There was an irony, the Caliph realized, in the fact that only his adversaries would fully understand the ingenuity of the predawn onslaught. On the ground, the fog of war would obscure what would be obvious from far away: the pattern of precisely coordinated attacks. The Caliph knew that within a day or so, analysts at the American spy agencies would be peering at satellite imagery that would make the pattern of activity as clear as a textbook diagram. The Caliph's victory would become the stuff of legend;

his debt to the Go-Between—not least at the insistence of the Go-Between himself—would remain a matter between him and Allah.

A pair of binoculars was brought to the Caliph, who surveyed the honor guards arrayed before the main gate.

They were human ornaments, an accordion of paper dolls. Another instance of the government's elitist stupidity. The compound's nighttime illumination rendered them sitting ducks while simultaneously impeding their ability to see anything in the surrounding darkness.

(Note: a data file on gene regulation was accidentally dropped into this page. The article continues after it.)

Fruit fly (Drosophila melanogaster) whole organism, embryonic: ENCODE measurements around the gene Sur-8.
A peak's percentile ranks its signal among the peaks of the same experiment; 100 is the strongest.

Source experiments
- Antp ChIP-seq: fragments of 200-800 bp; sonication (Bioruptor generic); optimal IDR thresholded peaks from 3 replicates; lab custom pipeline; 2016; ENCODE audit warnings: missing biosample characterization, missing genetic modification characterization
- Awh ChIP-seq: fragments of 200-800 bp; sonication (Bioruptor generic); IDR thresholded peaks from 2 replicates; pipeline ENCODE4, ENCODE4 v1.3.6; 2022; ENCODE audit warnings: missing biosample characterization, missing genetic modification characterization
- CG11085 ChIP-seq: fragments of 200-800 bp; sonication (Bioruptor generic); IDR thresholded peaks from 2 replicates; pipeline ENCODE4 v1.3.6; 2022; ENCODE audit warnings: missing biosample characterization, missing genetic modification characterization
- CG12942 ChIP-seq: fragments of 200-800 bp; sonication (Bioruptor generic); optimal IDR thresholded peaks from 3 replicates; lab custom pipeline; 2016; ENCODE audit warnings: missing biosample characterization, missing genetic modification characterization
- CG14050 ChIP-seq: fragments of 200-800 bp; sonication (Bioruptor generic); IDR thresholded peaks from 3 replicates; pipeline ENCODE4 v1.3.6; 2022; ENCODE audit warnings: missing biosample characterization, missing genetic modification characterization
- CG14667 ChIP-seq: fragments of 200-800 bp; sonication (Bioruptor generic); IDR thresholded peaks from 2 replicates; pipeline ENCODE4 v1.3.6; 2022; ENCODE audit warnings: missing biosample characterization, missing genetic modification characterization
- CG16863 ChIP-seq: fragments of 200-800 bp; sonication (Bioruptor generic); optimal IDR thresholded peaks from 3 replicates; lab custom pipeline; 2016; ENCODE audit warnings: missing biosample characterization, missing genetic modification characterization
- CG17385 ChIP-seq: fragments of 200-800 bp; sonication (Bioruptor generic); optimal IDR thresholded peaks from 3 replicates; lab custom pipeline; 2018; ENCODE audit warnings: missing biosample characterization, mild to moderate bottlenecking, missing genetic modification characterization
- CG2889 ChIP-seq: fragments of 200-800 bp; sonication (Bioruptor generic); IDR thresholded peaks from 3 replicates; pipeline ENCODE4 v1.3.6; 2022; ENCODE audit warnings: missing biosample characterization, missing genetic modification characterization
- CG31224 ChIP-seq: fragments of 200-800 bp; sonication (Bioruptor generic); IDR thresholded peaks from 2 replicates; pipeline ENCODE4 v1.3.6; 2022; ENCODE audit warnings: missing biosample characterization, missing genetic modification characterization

The honor guards represented the ARA's elite—typically, those with relatives in high places, mannerly careerists with excellent hygiene and a knack for maintaining the crease in their neatly pressed uniforms. The cr;ageme de la cr;ageme br;aful;aaee, the Caliph reflected to himself with a mixture of irony and contempt. They were showmen, not warriors. Through the binoculars, he gazed at the seven men, each holding a rifle braced upright on his shoulder, where it would look impressive and be perfectly useless. Not even showmen. Playthings.